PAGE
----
Schizophrenia and Obsessive Thinking

October 6, 2015 Elizabeth Caudy

Schizophrenia and obsessive thinking, which is a symptom of obsessive-compulsive disorder (OCD), rarely present together (although there is a noticeable comorbidity between schizophrenia and OCD). However, I do not have OCD and my schizophrenia symptoms never included obsessive thoughts.

At least not until I was put on an antipsychotic medication with a rare side effect of causing obsessive thoughts. Then, not only did I have to deal with symptoms like hearing voices, but my generalized anxiety disorder morphed into a deep well of obsessive thinking with no bottom. Schizophrenia and obsessive thinking is a tough pair to deal with.

Schizophrenia And Obsessive Thinking With Fixations

It started with fixations. I remember obsessing over whether I had locked the Schizophrenia doesn't usually include obsessive thinking. But sometimes medication for schizophrenia can cause obsessive thinking. Look at this.door after I left the apartment. But it wasn’t just locking the door. I worried that I’d left my nightstand light on. I worried that I’d left my laptop on and even that I’d left a drink by the laptop even though we don’t have any pets that could knock it over. I worried about these things as if they were matters of life and death.

That’s when I started making lists.

It started with making a list for when I left the apartment. Things on that list included:

  • Making sure there was no drink by my laptop
  • Making sure my mouse was turned off
  • Making sure I’d taken my morning medications
  • Making sure the back door and front door were locked

I’d make sure of all these things and then make a checkmark so that later I could refer to the list and the checkmark would let me know I’d taken care of that particular item. I realize they are all perfectly reasonable things to check before leaving the house, but keeping the list was quite cumbersome, especially if I was carrying things out the door with me.

I started keeping a list for my car, too. Items on that list included whether the doors were locked and the lights were turned off. This list was even more cumbersome. Again, it was especially hard if I was carrying something, which I usually was.

But it wasn’t just obsessive thinking and making lists. I washed my hands all the time because I may have picked something up off the floor or touched something that had a chance of being dirty. Sometimes I didn’t think I had washed my hands correctly, so I washed them again and then worried about everything I had touched after I had first washed my hands.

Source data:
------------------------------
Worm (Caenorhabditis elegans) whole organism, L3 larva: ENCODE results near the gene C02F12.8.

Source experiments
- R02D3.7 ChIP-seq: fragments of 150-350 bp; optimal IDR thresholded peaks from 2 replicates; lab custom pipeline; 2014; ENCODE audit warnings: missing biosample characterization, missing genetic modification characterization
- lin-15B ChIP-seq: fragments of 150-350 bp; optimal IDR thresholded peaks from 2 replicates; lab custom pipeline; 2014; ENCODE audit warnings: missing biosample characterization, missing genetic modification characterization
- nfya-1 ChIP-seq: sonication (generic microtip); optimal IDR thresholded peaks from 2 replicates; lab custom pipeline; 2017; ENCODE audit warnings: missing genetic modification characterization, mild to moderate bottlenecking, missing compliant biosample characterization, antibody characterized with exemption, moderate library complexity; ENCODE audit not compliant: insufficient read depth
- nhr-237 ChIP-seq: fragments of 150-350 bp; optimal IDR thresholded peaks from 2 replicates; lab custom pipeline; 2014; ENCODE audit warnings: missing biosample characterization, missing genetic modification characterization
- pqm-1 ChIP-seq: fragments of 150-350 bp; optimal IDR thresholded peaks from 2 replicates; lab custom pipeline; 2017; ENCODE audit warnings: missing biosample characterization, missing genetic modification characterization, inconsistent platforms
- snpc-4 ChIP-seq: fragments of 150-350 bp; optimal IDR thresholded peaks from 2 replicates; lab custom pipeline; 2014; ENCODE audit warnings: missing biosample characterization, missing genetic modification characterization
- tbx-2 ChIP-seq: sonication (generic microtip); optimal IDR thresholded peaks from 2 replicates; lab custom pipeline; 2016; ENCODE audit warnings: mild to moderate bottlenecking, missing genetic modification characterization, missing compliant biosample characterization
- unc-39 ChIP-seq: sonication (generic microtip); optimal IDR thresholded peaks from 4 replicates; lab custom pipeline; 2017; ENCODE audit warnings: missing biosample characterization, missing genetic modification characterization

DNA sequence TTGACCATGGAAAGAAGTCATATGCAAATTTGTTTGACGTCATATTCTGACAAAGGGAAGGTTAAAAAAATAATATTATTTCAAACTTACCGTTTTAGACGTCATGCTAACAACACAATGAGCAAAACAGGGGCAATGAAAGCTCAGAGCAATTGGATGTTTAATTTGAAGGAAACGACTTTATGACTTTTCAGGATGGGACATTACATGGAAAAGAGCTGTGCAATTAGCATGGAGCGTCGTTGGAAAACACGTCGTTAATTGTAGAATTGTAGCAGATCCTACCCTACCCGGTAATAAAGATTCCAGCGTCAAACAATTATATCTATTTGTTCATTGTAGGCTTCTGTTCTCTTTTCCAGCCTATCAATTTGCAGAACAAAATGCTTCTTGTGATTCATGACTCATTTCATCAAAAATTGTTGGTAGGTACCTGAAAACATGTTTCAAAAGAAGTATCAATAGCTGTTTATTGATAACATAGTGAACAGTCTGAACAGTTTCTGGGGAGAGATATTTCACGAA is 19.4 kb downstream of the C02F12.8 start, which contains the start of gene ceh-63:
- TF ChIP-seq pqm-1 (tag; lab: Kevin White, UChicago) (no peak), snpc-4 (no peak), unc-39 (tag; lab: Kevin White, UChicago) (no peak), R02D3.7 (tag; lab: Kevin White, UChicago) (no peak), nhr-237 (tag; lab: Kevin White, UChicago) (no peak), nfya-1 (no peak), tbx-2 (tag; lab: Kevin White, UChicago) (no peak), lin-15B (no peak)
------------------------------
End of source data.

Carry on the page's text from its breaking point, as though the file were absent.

Schizophrenia And Obsessive Thinking Is Ending For Me

It was clear that I needed to change my antipsychotic, so I did. I’m not fully recovered from obsessive thinking, but I’m doing a lot better. I’m not making lists anymore. And I don’t freak out over a miniscule stain on my shoe or about whether my tights are too shiny. I’m learning not to care as much if something falls on the floor or into the sink. Life is getting better. I just need to keep my eyes on the big picture, and not get caught in the web of little details.

Photo by Elizabeth Caudy.

Find Elizabeth on Twitter, Google+, Facebook, and her personal blog.

APA Reference
Caudy, E. (2015, October 6). Schizophrenia and Obsessive Thinking, HealthyPlace. Retrieved on 2024, June 21 from

Author: Elizabeth Caudy

Elizabeth Caudy was born in 1979 to a writer and a photographer. She has been writing since she was five years old. She has a BFA from The School of the Art Institute of Chicago and an MFA in photography from Columbia College Chicago. She lives outside Chicago with her husband, Tom. Find Elizabeth on Google+ and on her personal blog.

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October, 7 2015 at 3:26 pm

My son is struggling terribly right now.. He has bipolar and was manic recently. He also has severe ocd, intrusive disturbing thoughts continually. What antipsychotic does not make ocd worse. He is delusional and psychotic from the mania. Antipsychotic seems to worsen the ocd. Can't find doctor who understands his debilitating ocd is.

In reply to by Anonymous (not verified)

Elizabeth Caudy
October, 8 2015 at 4:05 am

Keep looking for a doctor. You will find one who understands the situation.

Jim Buchanan
October, 7 2015 at 10:49 am

I have bipolar and OCD, some of the things you do/did sound like me. My symptoms are, thank God, not disabling, but they sure are irritating and time consuming. I hope switching meds solves it totally for you.

In reply to by Anonymous (not verified)

Elizabeth Caudy
October, 7 2015 at 12:29 pm

Thanks! I hope so too!

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